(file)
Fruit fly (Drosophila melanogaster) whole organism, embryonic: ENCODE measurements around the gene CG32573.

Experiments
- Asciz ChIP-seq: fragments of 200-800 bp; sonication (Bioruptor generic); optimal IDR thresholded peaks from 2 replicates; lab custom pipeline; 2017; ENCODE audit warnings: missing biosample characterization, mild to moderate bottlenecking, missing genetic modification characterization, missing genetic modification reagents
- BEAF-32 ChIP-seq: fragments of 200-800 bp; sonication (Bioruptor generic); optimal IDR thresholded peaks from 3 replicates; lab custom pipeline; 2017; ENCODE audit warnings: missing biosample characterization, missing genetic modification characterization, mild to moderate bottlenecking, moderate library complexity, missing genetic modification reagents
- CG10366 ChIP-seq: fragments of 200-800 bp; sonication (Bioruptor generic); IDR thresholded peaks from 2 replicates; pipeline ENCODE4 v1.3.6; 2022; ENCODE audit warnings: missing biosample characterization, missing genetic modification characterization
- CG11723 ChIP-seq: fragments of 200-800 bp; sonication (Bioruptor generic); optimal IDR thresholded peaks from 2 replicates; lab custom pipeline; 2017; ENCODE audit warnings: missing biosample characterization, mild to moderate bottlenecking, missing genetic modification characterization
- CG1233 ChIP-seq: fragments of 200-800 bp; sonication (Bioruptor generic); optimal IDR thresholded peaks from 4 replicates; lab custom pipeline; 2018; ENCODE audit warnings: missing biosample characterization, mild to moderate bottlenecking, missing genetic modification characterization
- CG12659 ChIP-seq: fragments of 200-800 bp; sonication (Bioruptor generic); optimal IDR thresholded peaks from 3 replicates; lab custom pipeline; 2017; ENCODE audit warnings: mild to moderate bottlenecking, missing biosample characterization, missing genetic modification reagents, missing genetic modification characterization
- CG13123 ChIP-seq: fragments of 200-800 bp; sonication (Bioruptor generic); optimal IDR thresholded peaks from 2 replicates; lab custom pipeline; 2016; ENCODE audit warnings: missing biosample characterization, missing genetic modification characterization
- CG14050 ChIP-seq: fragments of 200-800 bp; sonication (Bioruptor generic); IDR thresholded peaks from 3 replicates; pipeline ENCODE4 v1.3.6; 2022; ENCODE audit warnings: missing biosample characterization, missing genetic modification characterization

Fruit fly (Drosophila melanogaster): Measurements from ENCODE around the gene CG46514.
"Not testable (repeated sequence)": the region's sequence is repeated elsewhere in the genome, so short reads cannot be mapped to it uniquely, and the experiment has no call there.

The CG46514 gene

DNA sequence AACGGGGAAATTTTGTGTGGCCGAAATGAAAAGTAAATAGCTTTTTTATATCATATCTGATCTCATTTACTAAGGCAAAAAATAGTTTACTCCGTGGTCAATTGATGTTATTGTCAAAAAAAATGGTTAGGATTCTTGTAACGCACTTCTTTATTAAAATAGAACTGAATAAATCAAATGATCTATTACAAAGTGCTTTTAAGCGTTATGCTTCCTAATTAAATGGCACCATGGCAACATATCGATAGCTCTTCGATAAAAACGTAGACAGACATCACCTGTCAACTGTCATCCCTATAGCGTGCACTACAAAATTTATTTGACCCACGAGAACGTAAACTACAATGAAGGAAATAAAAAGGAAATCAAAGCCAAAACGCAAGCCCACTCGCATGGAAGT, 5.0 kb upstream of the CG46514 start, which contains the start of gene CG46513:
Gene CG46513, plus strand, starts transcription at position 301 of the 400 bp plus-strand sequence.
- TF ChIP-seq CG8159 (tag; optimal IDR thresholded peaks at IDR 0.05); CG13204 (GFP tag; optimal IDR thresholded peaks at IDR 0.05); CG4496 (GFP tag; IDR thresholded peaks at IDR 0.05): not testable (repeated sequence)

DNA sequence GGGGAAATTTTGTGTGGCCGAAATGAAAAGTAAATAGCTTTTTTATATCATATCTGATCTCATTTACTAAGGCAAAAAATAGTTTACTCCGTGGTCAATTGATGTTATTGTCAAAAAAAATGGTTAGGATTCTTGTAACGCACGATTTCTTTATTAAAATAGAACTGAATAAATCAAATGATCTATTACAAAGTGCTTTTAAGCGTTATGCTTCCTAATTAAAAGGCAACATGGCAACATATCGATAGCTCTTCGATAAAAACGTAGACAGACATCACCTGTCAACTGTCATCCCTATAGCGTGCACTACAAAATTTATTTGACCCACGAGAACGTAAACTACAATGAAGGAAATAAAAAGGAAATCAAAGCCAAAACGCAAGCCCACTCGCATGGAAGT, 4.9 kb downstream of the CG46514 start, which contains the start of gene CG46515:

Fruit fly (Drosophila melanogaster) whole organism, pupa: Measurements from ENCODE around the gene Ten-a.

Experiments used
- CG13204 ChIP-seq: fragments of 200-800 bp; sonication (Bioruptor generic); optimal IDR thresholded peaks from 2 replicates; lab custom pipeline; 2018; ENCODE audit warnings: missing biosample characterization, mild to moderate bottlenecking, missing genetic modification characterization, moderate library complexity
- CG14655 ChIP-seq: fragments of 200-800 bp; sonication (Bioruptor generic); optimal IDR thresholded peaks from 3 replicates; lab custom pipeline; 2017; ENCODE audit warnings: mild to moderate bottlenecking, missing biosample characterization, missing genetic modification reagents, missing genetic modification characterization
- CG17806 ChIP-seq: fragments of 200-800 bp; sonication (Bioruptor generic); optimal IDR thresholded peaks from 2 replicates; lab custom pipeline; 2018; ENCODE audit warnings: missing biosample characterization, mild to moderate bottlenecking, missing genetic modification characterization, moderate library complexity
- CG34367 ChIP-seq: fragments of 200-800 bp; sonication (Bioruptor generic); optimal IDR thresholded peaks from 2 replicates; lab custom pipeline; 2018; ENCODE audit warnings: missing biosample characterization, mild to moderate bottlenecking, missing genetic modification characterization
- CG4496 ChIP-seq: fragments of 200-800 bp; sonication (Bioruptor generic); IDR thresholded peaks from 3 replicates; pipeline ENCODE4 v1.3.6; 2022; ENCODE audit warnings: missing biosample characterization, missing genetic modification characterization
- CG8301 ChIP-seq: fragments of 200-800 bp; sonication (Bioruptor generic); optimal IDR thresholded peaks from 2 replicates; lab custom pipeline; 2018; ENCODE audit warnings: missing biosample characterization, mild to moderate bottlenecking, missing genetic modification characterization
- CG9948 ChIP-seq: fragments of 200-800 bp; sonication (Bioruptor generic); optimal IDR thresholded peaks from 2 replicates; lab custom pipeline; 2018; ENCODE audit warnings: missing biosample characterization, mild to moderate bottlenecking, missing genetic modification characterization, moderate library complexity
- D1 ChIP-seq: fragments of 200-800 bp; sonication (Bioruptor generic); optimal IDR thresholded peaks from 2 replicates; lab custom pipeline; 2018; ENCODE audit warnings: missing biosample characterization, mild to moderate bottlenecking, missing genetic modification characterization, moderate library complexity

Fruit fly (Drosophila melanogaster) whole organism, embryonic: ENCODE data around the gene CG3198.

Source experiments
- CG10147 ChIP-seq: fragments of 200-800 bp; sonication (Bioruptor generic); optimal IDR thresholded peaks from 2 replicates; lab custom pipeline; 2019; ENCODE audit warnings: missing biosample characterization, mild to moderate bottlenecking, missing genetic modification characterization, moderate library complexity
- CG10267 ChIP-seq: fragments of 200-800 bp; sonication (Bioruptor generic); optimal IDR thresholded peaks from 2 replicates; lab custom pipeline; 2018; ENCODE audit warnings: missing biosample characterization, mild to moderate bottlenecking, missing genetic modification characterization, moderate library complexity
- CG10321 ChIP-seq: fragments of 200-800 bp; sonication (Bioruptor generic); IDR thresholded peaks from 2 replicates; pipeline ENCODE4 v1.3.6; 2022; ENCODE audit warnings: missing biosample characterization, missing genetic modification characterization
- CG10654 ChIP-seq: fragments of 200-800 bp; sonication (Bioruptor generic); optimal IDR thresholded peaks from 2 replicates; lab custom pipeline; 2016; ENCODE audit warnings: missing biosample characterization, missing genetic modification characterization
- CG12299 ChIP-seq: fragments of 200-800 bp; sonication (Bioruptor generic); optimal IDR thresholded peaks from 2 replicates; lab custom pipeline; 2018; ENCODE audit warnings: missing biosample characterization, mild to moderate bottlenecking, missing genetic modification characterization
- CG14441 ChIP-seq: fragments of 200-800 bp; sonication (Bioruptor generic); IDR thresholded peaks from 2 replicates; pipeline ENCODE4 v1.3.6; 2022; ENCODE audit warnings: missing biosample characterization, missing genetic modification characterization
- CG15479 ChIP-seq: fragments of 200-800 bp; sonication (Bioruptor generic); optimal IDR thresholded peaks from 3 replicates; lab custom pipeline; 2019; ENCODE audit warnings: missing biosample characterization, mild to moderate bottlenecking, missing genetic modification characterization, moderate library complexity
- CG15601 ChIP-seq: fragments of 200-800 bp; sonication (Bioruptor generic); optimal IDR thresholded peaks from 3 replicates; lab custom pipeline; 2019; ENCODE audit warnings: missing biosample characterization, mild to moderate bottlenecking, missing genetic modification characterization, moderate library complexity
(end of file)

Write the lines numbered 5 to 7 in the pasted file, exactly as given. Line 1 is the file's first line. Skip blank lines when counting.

- CG10366 ChIP-seq: fragments of 200-800 bp; sonication (Bioruptor generic); IDR thresholded peaks from 2 replicates; pipeline ENCODE4 v1.3.6; 2022; ENCODE audit warnings: missing biosample characterization, missing genetic modification characterization
- CG11723 ChIP-seq: fragments of 200-800 bp; sonication (Bioruptor generic); optimal IDR thresholded peaks from 2 replicates; lab custom pipeline; 2017; ENCODE audit warnings: missing biosample characterization, mild to moderate bottlenecking, missing genetic modification characterization
- CG1233 ChIP-seq: fragments of 200-800 bp; sonication (Bioruptor generic); optimal IDR thresholded peaks from 4 replicates; lab custom pipeline; 2018; ENCODE audit warnings: missing biosample characterization, mild to moderate bottlenecking, missing genetic modification characterization